Tim Fernholz is a former staff writer for the Prospect. His work has been published by Newsweek, The New Republic, The Nation, The Guardian, and The Daily Beast. He is also a Research Fellow at the New America Foundation.
Richard Romo hands in an employment questionnaire at a Maricopa County job fair. (AP Photo/Matt York)
Today, 800,000 people lost their unemployment-insurance benefits. Almost 2 million more will lose theirs in January if the government does nothing.
Unemployed people are losing their insurance because Congress can't agree on a plan to extend benefits for people who have been jobless for more than 26 weeks. That's six and a half months of unemployment, which may sound long, but consider that there are 2.9 million job openings for 14.9 million unemployed people -- one job opening for every five applicants.
Given that Ben Bernanke has been repeating his name like a mantra, it shouldn't be a surprise that some sharp eyes have found an interview where famed monetary economist Milton Friedmanendorses just the kind of creative policy the Fed has recently adopted -- i.e. purchasing long-term securities in attempt to stimulate the economy. Here he is talking about the Japanese case we often invoke today:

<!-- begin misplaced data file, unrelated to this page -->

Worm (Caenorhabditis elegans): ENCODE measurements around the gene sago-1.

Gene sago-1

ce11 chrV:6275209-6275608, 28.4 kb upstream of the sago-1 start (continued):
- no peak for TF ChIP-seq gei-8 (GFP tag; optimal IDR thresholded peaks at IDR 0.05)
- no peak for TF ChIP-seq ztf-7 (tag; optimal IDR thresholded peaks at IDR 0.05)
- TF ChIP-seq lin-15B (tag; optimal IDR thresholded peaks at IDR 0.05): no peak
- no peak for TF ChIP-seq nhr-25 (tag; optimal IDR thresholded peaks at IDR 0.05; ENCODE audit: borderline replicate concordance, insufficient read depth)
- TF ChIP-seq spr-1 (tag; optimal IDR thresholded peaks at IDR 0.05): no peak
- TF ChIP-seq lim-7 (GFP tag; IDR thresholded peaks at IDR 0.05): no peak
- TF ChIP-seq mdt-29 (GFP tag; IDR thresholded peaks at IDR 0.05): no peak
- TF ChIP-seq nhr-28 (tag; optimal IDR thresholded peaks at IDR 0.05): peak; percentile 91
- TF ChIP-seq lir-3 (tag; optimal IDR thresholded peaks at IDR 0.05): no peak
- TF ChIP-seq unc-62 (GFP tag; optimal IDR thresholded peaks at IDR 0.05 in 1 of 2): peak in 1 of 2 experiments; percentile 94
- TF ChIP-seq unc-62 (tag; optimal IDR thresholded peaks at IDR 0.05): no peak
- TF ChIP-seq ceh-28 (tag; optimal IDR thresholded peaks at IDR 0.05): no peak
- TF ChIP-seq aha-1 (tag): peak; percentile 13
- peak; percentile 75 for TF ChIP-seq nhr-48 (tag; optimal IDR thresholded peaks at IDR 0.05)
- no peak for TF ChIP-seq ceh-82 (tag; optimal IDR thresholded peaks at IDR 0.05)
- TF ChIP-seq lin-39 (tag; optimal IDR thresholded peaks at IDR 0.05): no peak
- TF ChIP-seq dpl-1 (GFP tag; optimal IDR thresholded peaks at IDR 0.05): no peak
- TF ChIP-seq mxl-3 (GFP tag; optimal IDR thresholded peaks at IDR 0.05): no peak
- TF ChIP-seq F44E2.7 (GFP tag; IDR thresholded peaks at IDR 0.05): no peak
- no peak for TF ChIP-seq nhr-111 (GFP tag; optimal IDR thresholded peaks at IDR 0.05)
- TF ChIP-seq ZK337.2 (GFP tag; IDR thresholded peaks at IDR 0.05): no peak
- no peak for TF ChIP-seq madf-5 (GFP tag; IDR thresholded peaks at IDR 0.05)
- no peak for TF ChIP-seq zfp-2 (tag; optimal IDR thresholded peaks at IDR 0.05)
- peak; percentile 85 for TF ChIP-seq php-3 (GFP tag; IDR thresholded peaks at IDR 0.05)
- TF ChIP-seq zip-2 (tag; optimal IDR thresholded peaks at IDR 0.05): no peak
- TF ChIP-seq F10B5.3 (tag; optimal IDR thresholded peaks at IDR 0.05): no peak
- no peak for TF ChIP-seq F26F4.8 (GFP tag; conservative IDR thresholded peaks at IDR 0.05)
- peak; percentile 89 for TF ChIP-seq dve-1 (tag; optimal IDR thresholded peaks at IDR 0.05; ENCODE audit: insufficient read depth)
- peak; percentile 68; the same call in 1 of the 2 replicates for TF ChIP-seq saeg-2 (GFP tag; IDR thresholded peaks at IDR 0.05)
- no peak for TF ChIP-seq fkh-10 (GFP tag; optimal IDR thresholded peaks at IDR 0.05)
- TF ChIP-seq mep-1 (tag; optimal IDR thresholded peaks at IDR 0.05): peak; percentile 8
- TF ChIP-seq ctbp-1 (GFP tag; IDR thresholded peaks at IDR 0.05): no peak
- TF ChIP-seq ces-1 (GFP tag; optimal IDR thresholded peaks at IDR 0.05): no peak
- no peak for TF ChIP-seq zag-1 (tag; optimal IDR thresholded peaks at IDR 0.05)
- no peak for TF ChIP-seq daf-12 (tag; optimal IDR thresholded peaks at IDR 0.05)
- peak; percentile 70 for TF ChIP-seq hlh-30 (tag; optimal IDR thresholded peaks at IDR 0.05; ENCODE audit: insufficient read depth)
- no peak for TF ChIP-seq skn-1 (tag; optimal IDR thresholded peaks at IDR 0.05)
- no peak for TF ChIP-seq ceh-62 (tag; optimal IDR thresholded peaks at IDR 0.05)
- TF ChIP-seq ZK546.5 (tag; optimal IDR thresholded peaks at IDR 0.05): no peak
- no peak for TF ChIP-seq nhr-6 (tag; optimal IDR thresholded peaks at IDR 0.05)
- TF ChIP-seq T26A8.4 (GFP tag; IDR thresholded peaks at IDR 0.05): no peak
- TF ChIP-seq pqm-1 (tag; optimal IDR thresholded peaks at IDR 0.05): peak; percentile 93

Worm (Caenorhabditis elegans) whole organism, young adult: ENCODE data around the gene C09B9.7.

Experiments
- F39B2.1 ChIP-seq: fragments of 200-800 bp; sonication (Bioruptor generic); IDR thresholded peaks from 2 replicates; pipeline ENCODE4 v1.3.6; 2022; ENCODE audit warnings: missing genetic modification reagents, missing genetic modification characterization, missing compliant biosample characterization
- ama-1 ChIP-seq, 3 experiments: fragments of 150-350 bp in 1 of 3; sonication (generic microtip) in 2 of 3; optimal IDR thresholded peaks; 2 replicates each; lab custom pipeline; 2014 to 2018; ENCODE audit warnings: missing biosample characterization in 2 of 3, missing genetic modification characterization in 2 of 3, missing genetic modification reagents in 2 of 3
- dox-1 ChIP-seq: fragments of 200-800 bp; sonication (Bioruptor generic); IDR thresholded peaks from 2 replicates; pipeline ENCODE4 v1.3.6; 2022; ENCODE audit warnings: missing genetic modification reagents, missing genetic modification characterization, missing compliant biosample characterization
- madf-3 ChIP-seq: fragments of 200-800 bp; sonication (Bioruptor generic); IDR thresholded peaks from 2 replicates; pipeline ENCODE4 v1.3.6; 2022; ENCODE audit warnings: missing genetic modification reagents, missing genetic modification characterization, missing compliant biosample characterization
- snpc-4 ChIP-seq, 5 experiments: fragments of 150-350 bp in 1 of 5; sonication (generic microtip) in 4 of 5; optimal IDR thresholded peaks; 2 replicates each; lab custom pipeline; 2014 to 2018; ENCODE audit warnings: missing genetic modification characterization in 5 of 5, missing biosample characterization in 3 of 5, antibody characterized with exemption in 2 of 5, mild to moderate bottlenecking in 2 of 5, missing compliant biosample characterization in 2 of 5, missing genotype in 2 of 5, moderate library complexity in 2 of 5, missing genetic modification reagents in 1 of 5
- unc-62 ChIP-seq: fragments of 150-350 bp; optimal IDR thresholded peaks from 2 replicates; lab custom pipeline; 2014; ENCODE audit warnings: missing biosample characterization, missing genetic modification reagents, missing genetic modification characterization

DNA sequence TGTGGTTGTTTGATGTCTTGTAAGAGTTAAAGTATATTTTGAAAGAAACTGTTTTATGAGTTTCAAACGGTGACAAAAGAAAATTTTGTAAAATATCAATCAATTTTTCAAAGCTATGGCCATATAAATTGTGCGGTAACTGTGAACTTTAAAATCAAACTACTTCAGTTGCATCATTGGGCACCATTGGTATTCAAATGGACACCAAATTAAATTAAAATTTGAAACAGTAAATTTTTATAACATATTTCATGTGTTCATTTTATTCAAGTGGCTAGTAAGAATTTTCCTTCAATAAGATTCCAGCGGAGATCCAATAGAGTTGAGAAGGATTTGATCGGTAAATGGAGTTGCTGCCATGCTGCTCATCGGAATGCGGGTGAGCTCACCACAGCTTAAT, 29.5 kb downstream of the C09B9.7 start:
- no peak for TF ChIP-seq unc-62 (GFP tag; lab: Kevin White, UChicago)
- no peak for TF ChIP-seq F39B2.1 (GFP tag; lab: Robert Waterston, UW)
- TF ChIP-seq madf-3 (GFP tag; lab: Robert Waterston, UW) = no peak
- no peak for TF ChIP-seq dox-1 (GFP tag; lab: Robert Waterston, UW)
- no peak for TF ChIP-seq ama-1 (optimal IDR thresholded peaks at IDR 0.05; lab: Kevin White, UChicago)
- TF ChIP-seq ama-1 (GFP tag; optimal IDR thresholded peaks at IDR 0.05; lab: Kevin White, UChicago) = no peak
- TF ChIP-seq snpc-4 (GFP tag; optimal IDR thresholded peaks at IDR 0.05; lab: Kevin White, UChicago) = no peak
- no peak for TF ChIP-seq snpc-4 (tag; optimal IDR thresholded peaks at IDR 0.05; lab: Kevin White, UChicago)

The president's decision to preempt his meeting with Republican leadership tomorrow for a surprise announcement -- a freeze in federal employee pay -- shows that Obama is finally turning his attention to the most pressing economic issue facing our country: The high pay earned by government employees.
“Everywhere there’s a U.S. post, there’s a diplomatic scandal that will be revealed," wrote the suspected source of the newest batch of Wikileaks. “It’s open diplomacy. World-wide anarchy in CSV format. It’s Climategate with a global scope, and breathtaking depth. It’s beautiful, and horrifying.”